Cellular damage, induced by either A23187 (2×10−5M) or 2,4-dinitrophenol (DNP) (10−3M), has been studied in incubated mouse soleus muscle and has been monitored by electron microscopy and measurement of creatine kinase (CK) efflux. CK efflux induced by DNP was dependent on extracellular Ca, whereas the characteristic myofllament breakdown was not. Chlorpromazine (2 ×10−4M; an inhibitor of phospholipase A (PLA2)) or 5 ×10−6M-nordi-hydroguaiaretic acid (NDGA) (a lipoxygenase inhibitor) almost completely inhibited CK efflux, following treatment with either A23187 or DNP, but did not affect myofilament damage. It is concluded that there are at least two separate pathways in cellular damage: (1) PLA2 activation and lipoxygenase activity culminating in sarco-lemma damage and (2) a system that produces characteristic destruction of the myofilament apparatus.
Damage to tissues is known to occur in a variety of pathological conditions and a considerable amount of work has been undertaken in order to elucidate the mechanisms by which different stresses induce such damage. It has been assumed that a knowledge of the various processes involved in tissue damage would allow possible therapeutic intervention and hence the maintenance of tissue viability. In particular, the processes involved in damage to cardiac muscle have been extensively studied, with the result that the viability of cardiac tissue either removed for transplant purposes or subjected to major surgery in vivo can be improved by using agents such as calcium antagonists (Nayler et al. 1979) or free radical scavengers (McCord, 1985).
Skeletal muscle has also been studied with a view to finding agents capable of reducing muscle damage in chronic degenerative disorders such as muscular dystrophy (Duncan, 1978; Rodemann et al. 1981; Jones et al. 1983). Unfortunately, the majority of such studies have examined only one indicator of damage.
The most popular of these have been protein degradation rates (Rodemann et al. 1981; Baracos et al. 1986), ultrastructural appearance (Publicover et al. 1978) and efflux of intracellular enzymes (Jones et al. 1983; Jackson et al. 1984) or exclusion of non-diffusible compounds, e.g. Trypan Blue (Zuurveld et al. 1985).
A number of compounds have been described that reduce enzyme efflux from skeletal muscle and from which conclusions concerning the mechanism of release of intracellular enzymes have been drawn (Jackson et al. 1983, 1984). In particular, inhibitors of phospholipase A2 (PLA2) and of the enzymic oxidation of arachidonic acid via the lipoxygenase pathway (Jackson et al. 1987) have proved to be effective, leading to the suggestion that these pathways are implicated in sarcolemma breakdown. The aim of this work was to use chlorpromazine (an inhibitor of phospholipase enzymes) and nordihydroguaiaretic acid, NDGA (an inhibitor of lipoxygenase), to determine whether the characteristic ultrastructural changes that are seen during skeletal muscle damage occur via the same mechanism as the efflux of intracellular enzymes following a damaging stress.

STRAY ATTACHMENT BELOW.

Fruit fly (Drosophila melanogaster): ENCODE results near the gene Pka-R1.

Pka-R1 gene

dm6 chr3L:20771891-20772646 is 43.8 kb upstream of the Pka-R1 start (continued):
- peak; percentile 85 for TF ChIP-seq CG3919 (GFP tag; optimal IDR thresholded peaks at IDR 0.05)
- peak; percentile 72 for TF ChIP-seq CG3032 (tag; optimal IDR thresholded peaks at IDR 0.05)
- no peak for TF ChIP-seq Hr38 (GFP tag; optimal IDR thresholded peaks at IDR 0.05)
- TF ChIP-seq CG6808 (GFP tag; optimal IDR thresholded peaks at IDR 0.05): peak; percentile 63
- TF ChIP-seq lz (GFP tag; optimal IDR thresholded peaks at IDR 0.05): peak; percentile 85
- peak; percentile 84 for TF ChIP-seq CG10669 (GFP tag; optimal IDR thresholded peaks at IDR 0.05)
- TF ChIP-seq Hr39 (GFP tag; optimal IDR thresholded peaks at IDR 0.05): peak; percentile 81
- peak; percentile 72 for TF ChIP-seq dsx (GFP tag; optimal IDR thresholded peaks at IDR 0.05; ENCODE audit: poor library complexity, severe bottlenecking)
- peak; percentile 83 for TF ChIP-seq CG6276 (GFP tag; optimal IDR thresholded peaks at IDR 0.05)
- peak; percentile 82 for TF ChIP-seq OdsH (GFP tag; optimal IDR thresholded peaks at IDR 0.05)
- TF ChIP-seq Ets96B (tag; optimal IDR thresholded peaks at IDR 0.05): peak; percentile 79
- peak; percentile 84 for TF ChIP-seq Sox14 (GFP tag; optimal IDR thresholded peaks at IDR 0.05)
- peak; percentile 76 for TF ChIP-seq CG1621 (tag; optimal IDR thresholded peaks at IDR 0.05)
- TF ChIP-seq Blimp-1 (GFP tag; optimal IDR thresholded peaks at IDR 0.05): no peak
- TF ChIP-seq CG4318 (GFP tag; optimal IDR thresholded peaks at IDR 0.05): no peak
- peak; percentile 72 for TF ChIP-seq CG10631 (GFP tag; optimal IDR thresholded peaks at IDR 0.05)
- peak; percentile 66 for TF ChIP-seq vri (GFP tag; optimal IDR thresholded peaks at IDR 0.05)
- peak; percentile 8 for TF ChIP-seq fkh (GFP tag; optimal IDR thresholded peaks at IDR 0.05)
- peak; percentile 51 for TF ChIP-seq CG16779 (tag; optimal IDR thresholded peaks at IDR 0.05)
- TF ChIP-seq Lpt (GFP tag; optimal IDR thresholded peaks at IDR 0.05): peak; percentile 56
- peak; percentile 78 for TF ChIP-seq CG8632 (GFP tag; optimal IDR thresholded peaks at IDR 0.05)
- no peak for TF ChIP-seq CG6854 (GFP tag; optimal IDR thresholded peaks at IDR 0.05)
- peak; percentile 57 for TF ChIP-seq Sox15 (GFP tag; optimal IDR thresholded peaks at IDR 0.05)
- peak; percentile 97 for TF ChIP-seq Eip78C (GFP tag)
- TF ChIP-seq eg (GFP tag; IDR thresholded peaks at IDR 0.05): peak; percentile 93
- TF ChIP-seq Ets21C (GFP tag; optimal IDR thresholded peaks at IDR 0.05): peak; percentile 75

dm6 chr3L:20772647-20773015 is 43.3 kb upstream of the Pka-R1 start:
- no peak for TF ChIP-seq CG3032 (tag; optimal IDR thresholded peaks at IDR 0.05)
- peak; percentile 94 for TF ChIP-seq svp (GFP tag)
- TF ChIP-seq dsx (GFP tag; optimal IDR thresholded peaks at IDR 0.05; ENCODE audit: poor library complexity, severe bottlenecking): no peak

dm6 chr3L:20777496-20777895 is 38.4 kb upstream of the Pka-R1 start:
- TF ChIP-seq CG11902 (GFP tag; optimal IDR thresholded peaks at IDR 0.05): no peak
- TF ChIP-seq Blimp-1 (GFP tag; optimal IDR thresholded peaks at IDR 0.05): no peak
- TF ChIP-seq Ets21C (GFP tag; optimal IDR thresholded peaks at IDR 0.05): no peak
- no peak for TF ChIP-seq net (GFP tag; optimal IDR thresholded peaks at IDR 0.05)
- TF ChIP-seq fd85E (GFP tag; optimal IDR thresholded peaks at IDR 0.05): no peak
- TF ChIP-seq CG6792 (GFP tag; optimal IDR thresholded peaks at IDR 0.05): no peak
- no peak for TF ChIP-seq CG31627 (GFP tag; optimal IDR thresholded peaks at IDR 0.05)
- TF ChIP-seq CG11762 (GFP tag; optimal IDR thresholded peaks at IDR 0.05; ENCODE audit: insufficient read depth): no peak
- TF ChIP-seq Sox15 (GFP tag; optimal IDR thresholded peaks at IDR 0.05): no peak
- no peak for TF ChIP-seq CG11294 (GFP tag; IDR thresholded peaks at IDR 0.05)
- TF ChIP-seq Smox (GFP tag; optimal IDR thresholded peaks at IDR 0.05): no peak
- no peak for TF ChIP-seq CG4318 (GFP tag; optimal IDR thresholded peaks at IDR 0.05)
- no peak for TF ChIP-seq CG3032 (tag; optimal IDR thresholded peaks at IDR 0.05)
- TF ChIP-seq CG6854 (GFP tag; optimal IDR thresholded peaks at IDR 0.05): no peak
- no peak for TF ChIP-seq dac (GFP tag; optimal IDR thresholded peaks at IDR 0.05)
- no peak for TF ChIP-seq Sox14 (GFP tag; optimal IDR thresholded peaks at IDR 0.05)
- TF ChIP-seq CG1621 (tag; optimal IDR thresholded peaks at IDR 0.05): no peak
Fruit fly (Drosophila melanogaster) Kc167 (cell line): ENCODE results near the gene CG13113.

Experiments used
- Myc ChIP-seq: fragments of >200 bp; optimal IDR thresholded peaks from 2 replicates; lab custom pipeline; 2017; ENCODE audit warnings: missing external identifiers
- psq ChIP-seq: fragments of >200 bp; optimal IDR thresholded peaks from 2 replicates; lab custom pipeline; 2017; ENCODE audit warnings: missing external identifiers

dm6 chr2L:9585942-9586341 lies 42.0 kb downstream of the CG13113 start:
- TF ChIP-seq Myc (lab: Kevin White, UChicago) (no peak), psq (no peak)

MATERIALS AND METHODS
Female Balb/C mice maintained on a standard laboratory diet were killed by cervical dislocation and the soleus muscles were rapidly dissected and removed. The muscles were 10 mm long and the tendons were ligatured, then attached to glass holders and placed in separate plastic tubes containing 2 ·5 ml of bicarbonate-buffered Krebs saline. The tubes were mounted in a thermostatically controlled water bath at 37°C (Jones et al. 1983). The incubation medium contained 137mM-NaCl, 5 ·0mM-KCl, l ·0mM-MgSO4, 1 ·3 mM-NaH2PO4, 24 ·0mM-NaHCO3, 2 ·0 mM-CaC12, 10 ·0 mM-glucose and was gassed with 95% O2, 5% CO2 (pH7 ·4). After 30min incubation the medium surrounding the muscles was exchanged and agents known to damage muscles and induce enzyme efflux were added to the medium. After 30 min the medium was exchanged and this was repeated every 30 min until the end of the experiment. The creatine kinase (CK) activity of the incubation medium was measured by using a linked enzyme assay, the production of NADPH being followed at 340 nm (Jones et al. 1983). When inhibitors of enzyme efflux were used they were added to the incubation medium and the preparations were preincubated for 30 min before the addition of A23187 or 2,4-dinitrophenol (DNP). In media lacking Ca, CaCl2 was simply omitted and EGTA was not included so that [Ca]o was 3 ×106 to 6 ×10−6M.